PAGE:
The worldwide rumour about Flying Saucers presents a problem that challenges the psychologist for a number of reasons. The primary question – and apparently this is the most important point – is this: are they real or are they mere fantasy products? This question is by no means settled yet. If they are real, exactly what are they? If they are fantasy, why should such a rumour exist?
(Flying Saucers: A Modern Myth of Things Seen in the Skies, 1958) --- C. G. Jung
In a South Park episode, originally broadcast in October of 2006, during the 10th season of that controversial and popular series, dealing with, among other things, 9/11 conspiracy theories and theorists, (entitled “Mystery of the Urinal Deuce,” for the cognoscenti), an interesting perspective on government control, power, and knowledge was explored.
Briefly summarizing: The South Park characters become involved in an investigation of 9/11 conspiracy theories that posit the U.S. government was behind and master-minded the attack. One thing leads to another and a scene in the Oval Office actually shows President Bush admitting that the government was behind the attacks. Bush then proceeds to execute the leader of a conspiracy-believing organization, who had accompanied Stan and Kyle, two young members of the core South Park cast, on their investigation, right in front of the boys. In the ruckus that ensues, the boys escape from the White House, in shock at the bizarre revelation and events.
Stan and Kyle, shortly thereafter, inexplicably, run in to the recently executed conspiracy group leader outside of a McDonald’s. He runs away, desperate to escape, only to now be cornered and shot again – this time for real – by the father of the “Hardly Boys,” who had been enlisted as co-investigators in the unfolding mystery. The group now gather at the Hardly house as the Hardly Boys reveal that their investigation has uncovered that all the 9/11 conspiracy websites are fronts that contain bogus information and are actually run by the government. President Bush and members of his administration now arrive confirming the Hardly Boys discovery and that the government was not behind the 9/11 attacks.
The motivation for all these shenanigans is to display and reinforce the view that the U. S. government really is all-powerful and that such an attack, as experienced by America on 9/11, could not have happened without official involvement. To admit otherwise is, in effect, an admission of weakness and lack of control on the part of those tasked to protect a newly vulnerable populace. Such qualities in a government, in the face of a mortal threat, one presumes, are something less than comforting from the perspective of your average citizen. And so, better to manufacture disinformation describing a vast government program of manipulation (and mass murder!) than admit to any weakness.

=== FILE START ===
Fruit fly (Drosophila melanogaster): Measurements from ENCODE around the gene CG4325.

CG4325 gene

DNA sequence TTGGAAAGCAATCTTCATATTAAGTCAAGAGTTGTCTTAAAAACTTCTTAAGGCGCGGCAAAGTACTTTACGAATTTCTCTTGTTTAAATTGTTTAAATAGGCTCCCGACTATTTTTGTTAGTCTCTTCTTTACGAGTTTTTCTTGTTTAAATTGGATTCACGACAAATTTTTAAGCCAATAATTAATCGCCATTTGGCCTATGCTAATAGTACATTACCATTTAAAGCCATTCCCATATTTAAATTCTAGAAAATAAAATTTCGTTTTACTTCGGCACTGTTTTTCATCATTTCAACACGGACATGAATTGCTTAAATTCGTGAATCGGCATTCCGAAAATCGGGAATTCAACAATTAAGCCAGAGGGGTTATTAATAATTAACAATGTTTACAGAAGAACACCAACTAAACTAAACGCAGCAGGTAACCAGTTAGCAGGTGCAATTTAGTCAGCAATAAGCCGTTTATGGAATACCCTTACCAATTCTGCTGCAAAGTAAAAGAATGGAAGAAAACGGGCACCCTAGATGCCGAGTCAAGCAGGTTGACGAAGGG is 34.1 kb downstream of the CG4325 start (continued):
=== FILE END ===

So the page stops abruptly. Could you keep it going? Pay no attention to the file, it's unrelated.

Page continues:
That, in the proverbial nutshell, is a comic and irreverent version of a fundamental theme we will be exploring in this multi-part series, beginning today. Government power – sovereignty – and its limits and the possible responses to those limits, courtesy of South Park and a couple of prominent political scientists, Alexander Wendt, of The Ohio State University and Raymond Duvall, of the University of Minnesota.
Do you believe in UFOs? By “believe” I mean think that UFOs are piloted or controlled by extra-terrestrial (ET) beings? If you do then you would be among the many who accept the Extra-Terrestrial Hypothesis (ETH). Now, the balance of this article is not about that. It’s not about whether you believe in the ETH or not. It’s more about how we think about what we believe. How we come to believe what we believe – about UFOs. And by “we,” for the purposes of this series, we’re talking more about what would be considered the “Official WE” that constitutes, broadly-speaking, the “State,” the “Scientific Establishment,” and “Main-Stream Media” – accorded all their respective power and position, with that power and influence exercised via a vast array of organizations and institutions, both directly and indirectly, throughout our world society.
For Wendt and Duvall this collective entity is comprised of “modern elites.” Interestingly, Wendt and Duvall, themselves, as academics, would also be considered members of this modern elite class. (Perhaps, you, dear reader, number yourself among this clan as well.) As regards the “we” that constitutes the average man and woman in the street; well, I hope this doesn’t come as too much of a shock, but what that “we” believes – who can’t seem to get enough of the endlessly multiplying number of reality-based programs exploring UFOs and tangentially-related paranormal phenomena in our thousand-channel universe – doesn’t count. At all. Sorry. At least as far as what WE believe. And, not to belabor the point, but it’s what WE believe… that counts. Period. But how did WE come to believe what WE believe – about UFOs?
(Part 1 of 6)